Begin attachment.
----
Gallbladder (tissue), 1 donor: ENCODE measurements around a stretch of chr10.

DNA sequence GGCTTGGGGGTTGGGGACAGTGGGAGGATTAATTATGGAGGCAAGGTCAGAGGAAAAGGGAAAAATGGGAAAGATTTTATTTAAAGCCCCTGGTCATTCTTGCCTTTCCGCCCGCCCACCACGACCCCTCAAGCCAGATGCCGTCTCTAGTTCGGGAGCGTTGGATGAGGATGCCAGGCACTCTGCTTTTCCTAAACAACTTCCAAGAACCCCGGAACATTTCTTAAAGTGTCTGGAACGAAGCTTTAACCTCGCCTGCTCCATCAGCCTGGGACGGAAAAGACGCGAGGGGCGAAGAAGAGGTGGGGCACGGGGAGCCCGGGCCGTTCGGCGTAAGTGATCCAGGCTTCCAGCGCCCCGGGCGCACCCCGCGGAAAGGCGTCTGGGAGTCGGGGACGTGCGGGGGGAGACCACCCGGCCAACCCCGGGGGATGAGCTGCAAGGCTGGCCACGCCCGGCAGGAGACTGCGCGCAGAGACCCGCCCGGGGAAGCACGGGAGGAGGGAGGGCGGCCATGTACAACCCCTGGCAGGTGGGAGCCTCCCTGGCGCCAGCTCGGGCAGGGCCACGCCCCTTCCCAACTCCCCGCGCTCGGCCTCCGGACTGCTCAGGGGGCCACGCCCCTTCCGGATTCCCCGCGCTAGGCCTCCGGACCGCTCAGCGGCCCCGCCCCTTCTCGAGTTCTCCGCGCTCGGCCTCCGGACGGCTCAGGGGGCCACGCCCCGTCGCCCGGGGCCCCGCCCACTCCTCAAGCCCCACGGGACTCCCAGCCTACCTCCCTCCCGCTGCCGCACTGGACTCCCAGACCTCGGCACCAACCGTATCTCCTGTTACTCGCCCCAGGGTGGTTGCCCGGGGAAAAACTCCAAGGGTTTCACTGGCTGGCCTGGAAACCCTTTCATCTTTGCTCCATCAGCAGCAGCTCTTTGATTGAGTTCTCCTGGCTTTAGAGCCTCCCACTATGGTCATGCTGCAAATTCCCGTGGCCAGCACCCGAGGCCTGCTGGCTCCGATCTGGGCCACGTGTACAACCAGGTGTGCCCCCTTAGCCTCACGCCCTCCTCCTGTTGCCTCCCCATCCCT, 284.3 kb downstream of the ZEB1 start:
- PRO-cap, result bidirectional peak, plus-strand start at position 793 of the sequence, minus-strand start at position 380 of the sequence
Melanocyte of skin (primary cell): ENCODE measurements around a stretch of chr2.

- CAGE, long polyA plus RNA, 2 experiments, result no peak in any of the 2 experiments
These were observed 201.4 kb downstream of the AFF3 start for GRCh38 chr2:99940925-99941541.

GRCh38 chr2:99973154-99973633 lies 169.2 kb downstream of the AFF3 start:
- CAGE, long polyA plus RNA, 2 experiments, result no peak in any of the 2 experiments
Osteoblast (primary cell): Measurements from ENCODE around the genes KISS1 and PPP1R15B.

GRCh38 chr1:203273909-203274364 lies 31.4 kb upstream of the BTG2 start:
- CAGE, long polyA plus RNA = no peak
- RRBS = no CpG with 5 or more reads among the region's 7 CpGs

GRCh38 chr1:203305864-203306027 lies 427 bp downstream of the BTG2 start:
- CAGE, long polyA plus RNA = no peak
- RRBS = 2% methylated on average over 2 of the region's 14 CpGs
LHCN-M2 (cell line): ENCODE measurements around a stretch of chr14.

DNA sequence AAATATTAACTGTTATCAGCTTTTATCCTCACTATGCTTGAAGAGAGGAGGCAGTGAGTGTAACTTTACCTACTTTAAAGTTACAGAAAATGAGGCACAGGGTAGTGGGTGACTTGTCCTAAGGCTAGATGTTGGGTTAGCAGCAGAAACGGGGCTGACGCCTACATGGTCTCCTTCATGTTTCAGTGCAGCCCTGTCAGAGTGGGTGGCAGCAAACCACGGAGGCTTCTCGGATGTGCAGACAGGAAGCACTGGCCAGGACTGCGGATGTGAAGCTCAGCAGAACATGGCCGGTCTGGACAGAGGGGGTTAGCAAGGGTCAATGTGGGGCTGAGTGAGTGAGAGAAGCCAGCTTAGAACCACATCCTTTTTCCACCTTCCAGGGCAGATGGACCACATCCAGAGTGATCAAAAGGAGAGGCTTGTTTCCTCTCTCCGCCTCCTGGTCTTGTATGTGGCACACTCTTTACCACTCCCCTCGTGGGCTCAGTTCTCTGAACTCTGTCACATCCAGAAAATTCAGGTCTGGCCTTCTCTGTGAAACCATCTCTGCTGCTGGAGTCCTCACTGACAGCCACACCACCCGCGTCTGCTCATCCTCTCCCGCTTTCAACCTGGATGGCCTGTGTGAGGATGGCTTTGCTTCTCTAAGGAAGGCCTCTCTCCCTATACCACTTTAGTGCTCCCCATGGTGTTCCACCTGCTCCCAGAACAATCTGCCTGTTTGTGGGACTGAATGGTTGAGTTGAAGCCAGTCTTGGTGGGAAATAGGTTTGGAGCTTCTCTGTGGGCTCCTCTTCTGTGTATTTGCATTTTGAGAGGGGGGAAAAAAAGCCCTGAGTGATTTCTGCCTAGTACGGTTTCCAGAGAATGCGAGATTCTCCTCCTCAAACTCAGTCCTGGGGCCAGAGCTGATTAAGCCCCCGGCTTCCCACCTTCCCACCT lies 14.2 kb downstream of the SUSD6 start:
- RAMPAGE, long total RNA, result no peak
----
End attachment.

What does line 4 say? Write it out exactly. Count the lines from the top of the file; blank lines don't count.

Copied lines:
Melanocyte of skin (primary cell): ENCODE measurements around a stretch of chr2.